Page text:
Nonprofit, independent journalism. Supported by readers.


Reed takes her campaign to Washington


WASHINGTON, D.C. — Dr. Maureen Reed — a candidate for both the DFL and Independence Party endorsements for Congress in the 6th District — traveled to Washington this week to introduce herself to the Minnesota congressional delegation, the Democratic Congressional Campaign Committee, the media and potential campaign consultants.

“It’s important to know what’s going on in D.C. and to have folks here get to know who I am because I am not a career politician,” said Reed, who also visited Washington in July.

Although Reed is well known in health care circles and chaired the University of Minnesota’s Board of Regents, her challenger for the DFL endorsement is state Sen. Tarryl Clark, who is more politically connected and has already received campaign contributions from Democratic Reps. Keith Ellison, Collin Peterson and Jim Oberstar. At the same time, the 6th District incumbent is Rep. Michele Bachmann, one of the most recognizable Republicans in the U.S. House and a consistently strong fundraiser.

Still, it is early in the race and Reed, whose campaign has more cash on hand than Clark’s campaign (although Clark raised $169,081 more than Reed this quarter), projected an attitude of confidence while in Washington.

Article continues after advertisement

“I am walking on air,” Reed said. “To have this strong a cash-on-hand position… We are really, really pleased.”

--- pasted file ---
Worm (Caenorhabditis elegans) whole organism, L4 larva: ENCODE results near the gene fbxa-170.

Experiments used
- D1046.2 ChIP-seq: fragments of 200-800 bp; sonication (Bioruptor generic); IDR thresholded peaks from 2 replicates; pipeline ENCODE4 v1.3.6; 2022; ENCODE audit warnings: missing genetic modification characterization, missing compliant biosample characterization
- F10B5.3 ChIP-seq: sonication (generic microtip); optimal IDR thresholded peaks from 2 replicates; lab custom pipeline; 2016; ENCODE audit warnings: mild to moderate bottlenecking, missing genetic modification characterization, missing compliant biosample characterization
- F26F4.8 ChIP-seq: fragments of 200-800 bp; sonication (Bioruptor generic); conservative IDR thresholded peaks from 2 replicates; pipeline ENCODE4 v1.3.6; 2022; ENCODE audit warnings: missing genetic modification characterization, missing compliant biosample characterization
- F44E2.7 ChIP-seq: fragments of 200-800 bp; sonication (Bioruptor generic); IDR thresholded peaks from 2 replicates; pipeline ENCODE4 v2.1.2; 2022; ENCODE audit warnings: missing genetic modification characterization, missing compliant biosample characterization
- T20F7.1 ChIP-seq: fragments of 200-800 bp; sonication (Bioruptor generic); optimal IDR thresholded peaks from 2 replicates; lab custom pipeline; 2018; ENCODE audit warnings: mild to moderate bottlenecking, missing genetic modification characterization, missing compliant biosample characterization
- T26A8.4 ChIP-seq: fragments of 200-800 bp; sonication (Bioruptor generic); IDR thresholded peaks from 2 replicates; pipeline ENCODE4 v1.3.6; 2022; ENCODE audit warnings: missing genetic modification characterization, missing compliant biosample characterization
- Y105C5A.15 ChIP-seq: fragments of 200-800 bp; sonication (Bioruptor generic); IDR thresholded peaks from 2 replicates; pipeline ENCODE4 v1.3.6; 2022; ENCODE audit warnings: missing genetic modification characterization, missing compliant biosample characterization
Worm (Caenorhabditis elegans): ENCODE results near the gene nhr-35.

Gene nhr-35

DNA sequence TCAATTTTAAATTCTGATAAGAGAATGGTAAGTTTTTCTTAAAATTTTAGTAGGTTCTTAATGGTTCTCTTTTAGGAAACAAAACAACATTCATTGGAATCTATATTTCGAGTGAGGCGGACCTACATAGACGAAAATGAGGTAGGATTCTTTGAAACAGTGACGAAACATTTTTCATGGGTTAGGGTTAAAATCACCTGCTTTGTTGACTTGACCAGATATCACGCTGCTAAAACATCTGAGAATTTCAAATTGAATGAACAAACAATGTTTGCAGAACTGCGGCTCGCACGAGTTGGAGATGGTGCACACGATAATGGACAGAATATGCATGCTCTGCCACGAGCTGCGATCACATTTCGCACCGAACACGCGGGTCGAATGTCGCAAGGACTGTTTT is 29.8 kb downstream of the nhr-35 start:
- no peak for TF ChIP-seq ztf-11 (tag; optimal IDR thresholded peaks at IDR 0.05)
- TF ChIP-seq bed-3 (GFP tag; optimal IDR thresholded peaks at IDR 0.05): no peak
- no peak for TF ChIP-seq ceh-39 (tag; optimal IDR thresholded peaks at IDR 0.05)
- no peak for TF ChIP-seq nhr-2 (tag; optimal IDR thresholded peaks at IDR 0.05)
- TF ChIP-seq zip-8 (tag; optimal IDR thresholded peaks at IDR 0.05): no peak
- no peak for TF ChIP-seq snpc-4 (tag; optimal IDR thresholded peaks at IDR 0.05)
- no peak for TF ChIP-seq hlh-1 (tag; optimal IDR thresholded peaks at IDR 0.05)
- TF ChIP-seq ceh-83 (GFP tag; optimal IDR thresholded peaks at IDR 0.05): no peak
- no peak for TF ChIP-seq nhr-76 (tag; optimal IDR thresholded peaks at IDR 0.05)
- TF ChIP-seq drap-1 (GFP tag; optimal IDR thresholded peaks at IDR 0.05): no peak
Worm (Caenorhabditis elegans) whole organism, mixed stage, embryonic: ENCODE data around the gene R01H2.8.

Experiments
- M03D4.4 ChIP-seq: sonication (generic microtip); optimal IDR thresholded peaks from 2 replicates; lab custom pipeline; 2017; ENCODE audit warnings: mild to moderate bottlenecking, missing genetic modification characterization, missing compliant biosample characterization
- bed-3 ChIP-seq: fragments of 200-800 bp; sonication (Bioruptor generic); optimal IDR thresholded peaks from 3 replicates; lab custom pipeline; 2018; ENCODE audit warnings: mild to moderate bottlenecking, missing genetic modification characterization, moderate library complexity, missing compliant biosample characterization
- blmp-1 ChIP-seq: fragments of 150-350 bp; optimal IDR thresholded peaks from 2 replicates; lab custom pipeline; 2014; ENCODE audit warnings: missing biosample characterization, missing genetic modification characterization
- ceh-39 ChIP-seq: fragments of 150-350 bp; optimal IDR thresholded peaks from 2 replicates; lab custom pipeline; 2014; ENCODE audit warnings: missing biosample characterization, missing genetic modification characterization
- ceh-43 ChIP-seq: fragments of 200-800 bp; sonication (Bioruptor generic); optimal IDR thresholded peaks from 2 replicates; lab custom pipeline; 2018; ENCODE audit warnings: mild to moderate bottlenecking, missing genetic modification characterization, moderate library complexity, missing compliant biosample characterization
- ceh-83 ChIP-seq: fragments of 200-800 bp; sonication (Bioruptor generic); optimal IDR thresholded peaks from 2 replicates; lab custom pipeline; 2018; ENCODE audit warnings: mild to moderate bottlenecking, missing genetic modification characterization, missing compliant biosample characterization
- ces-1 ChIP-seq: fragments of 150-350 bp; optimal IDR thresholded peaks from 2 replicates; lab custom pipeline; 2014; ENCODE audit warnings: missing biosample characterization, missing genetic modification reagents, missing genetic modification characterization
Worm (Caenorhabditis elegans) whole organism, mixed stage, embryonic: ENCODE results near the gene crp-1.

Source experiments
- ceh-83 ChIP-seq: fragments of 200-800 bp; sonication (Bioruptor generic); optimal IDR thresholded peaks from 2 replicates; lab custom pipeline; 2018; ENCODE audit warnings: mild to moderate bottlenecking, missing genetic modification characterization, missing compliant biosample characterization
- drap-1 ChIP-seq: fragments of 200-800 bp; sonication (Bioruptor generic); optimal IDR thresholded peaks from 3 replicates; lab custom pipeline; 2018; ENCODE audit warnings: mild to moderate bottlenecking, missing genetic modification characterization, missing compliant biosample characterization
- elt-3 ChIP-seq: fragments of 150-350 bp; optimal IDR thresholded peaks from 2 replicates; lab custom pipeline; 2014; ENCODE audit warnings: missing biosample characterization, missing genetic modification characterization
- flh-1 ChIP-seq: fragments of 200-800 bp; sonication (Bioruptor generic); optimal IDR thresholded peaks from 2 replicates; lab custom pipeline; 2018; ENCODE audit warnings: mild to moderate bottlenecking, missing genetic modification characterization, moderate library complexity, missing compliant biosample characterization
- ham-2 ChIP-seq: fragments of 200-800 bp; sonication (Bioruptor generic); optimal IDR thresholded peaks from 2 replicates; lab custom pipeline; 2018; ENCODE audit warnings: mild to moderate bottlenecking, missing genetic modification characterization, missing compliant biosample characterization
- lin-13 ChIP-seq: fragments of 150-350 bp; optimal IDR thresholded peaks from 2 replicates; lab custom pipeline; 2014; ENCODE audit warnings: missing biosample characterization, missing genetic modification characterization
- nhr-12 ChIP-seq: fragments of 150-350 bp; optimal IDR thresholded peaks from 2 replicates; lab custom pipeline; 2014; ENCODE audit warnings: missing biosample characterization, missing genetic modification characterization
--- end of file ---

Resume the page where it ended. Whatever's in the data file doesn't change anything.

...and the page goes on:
Reed also remained upbeat when asked about Ellison, Peterson and Oberstar’s combined $5,000 in contributions to the Clark campaign.

“You watch who the money is coming from and who is aligned with whom,” said Reed. “And I certainly expect at some point that people will chose sides, if you will, and make their interests known. But we look for the opportunity of continuing to have conversations and really productive relationships with everybody.

“I am absolutely going to win this race,” Reed said.

Asked what she would do if the DFL endorsed Clark, Reed said she was “keeping [her] options open.”

“But, what I will say is this, with absolute certainty: I was the first one into this race and I will be the last one out of this race,” she said, implying that she might stay in even if she does not secure the DFL endorsement.

Reed, who portrays herself as a moderate Democrat, said it is this position that enhances her electability in the 6th District where a majority of voters supported Sen. John McCain, R-Ariz., during the presidential election and former Republican Sen. Norm Coleman in his 2008 race against Al Franken.

“The essence of winning this district is getting that independent voter, that middle of the political spectrum,” Reed said.

In evaluating why she thought she could prevail against Bachmann when two Democrats before her have failed, Reed took a shot at the outspoken Republican, who has a reputation for making over-the-top and sometimes misleading claims.

Article continues after advertisement

“It is that I listen, think and talk, in that order,” Reed said. “And I have high expectations for government. I don’t throw stones at government and I don’t throw money at government.”

And, on the major debate of the moment — health care reform — Reed said that she supports a government-run public option, which would negotiate rates like private insurers. This version of the public option was included in one of the House bills and is the favored by some Blue Dog Democrats.

Reed, like Minnesota’s entire delegation, also said that she favors Medicare payment reform that would incentivize quality over quantity of care.

“Medicare rates at the moment disfavor Minnesota to the max,” Reed said. “It’s been bad for decades we know it has been bad for decades.”